Australia sees strong future for coal beyond 2030 despite U.N. call

Image source: Reuters

Coal will be a major contributor to Australia’s economy well beyond 2030 given growth in global demand, the country’s resources minister said on Monday, a day after a United Nations envoy called on the country to phase out the fossil fuel.

Without greater efforts to cut coal, climate change will dramatically damage Australia’s economy, Selwin Hart, the United Nations special adviser on climate change, said in a speech in the capital Canberra on Sunday.

Australia’s heavy reliance on coal-fired power makes it one of the world’s largest carbon emitters per capita, but its conservative government has steadfastly backed fossil fuel industries, saying tougher action on emissions would cost jobs.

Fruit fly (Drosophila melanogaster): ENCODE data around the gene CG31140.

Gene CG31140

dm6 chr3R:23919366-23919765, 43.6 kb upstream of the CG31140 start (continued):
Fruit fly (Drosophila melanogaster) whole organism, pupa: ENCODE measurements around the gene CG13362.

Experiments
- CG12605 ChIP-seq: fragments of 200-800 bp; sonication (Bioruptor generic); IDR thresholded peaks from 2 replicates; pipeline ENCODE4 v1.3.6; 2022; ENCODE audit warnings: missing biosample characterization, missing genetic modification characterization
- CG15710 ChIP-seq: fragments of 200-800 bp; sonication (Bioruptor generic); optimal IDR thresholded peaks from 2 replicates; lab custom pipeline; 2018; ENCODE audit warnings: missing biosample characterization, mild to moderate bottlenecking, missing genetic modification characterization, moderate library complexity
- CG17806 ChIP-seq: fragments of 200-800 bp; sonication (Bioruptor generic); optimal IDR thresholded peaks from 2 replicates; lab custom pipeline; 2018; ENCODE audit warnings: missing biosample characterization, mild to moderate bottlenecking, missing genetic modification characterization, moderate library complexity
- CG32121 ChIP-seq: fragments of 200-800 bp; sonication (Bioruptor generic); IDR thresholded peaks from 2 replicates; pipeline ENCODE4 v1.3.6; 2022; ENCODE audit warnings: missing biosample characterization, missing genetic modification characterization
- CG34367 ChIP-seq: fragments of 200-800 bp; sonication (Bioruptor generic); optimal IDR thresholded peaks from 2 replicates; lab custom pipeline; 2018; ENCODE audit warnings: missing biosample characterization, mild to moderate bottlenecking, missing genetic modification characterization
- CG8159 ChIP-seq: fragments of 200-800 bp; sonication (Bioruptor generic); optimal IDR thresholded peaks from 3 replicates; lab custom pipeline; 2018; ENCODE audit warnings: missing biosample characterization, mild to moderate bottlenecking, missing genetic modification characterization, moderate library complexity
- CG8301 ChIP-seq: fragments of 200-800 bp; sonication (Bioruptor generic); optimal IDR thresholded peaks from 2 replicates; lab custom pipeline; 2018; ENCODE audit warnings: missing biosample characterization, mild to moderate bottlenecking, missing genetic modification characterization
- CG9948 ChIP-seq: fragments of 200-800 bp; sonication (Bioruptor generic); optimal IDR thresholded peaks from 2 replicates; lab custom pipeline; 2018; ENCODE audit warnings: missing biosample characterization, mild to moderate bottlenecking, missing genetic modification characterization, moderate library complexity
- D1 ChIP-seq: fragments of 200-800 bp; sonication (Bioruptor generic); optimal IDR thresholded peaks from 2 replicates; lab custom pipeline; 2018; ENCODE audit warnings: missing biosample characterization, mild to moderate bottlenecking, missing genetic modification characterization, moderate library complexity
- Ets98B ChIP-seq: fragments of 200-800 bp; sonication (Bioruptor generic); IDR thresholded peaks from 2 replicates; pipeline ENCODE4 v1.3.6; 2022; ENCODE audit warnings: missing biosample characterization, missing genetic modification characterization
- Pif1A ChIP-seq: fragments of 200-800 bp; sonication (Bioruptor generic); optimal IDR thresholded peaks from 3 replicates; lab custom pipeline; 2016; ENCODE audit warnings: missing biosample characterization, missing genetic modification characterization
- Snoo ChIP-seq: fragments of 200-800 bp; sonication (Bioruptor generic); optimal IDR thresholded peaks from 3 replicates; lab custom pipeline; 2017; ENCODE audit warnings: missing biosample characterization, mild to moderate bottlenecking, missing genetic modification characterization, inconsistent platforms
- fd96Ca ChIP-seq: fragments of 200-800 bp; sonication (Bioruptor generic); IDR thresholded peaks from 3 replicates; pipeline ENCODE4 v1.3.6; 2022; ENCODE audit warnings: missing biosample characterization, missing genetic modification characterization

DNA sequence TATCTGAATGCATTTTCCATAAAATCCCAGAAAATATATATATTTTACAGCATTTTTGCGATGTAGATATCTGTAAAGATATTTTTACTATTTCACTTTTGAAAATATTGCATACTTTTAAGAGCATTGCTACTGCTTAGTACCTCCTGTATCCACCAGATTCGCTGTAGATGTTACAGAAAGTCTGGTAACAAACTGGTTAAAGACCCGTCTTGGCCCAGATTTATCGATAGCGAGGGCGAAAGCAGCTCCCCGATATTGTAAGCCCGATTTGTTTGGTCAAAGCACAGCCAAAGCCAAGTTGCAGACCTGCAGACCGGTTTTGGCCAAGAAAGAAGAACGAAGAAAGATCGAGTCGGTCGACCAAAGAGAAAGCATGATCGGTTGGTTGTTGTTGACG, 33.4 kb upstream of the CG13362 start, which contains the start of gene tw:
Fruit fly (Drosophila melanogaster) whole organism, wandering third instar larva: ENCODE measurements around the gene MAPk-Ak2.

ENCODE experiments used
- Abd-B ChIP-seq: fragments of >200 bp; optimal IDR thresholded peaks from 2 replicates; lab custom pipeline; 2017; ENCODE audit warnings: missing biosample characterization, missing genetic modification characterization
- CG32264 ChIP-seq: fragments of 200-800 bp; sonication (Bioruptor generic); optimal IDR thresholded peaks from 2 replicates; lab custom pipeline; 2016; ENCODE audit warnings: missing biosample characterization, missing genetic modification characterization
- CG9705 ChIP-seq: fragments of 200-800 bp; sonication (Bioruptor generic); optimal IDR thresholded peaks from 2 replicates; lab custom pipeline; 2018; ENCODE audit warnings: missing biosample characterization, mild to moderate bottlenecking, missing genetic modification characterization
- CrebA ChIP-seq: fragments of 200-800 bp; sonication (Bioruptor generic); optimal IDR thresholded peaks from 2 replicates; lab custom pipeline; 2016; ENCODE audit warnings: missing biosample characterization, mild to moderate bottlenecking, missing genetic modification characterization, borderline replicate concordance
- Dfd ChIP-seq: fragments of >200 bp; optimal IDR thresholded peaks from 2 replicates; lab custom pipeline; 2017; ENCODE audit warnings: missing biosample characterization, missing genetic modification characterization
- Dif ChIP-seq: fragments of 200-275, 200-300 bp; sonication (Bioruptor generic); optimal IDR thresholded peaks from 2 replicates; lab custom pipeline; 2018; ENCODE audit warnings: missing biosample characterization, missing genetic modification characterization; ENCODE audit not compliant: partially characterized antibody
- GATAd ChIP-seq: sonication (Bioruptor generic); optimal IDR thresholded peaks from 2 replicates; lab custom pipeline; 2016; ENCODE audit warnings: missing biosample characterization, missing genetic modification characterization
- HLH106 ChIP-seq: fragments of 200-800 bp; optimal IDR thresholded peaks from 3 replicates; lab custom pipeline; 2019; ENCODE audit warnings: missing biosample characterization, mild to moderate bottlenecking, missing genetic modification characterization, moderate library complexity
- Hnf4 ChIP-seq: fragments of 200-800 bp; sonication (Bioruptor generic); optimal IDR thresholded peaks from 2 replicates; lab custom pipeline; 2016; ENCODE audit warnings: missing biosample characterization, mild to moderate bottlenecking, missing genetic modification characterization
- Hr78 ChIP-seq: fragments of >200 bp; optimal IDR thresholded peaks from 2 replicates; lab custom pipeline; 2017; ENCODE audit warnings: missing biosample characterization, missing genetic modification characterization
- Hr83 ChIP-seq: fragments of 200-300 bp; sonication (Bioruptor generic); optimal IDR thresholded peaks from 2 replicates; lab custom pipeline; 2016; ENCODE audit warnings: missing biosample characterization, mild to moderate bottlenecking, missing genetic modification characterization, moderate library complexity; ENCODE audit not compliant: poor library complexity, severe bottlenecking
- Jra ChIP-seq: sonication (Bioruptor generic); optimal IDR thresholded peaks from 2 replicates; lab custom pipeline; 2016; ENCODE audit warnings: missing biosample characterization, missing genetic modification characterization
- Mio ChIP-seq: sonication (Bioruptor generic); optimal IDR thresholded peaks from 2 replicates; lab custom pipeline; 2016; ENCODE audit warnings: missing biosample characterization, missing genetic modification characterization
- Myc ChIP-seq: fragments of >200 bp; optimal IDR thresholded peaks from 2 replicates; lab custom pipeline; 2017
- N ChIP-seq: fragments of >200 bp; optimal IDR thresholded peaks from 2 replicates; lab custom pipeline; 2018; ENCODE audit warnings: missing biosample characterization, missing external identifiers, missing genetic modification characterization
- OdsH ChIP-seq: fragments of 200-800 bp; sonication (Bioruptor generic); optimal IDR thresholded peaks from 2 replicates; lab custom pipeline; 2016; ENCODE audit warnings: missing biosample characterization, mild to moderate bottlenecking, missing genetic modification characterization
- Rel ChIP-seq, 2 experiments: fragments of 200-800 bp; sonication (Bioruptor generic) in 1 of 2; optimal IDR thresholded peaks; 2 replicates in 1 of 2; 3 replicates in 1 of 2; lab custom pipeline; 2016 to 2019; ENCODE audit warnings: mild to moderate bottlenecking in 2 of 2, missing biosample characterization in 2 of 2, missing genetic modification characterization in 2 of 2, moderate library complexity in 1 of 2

Australia’s latest export figures show “the reports of coal’s impending death are greatly exaggerated and its future is assured well beyond 2030,” Resources Minister Keith Pitt said in a statement.

In the three months to July, Australian coal exports grew 26% in value to A$12.5 billion ($9.3 billion), he noted. Coal prices have climbed as global economies recover from COVID-19 restrictions.

“The future of this crucial industry will be decided by the Australian government, not a foreign body that wants to shut it down costing thousands of jobs and billions of export dollars for our economy,” Pitt added.

The U.N. has called for phasing out coal by 2030 in Organisation for Economic Co-operation and Development countries, which include Australia.

In July, energy and environment ministers from the Group of 20 big economies failed to deliver a deal to phase out coal by 2025. But some experts said there were chances of progress at U.N. climate talks in Glasgow in November.

Prime Minister Scott Morrison has said Australia is on a path to net zero carbon emissions but has stopped short of committing to a timeline. He has said that Australia would update its 2030 emissions projections going into the Glasgow talks.

($1 = 1.3454 Australian dollars)

Reporting by Melanie Burton; editing by Richard Pullin

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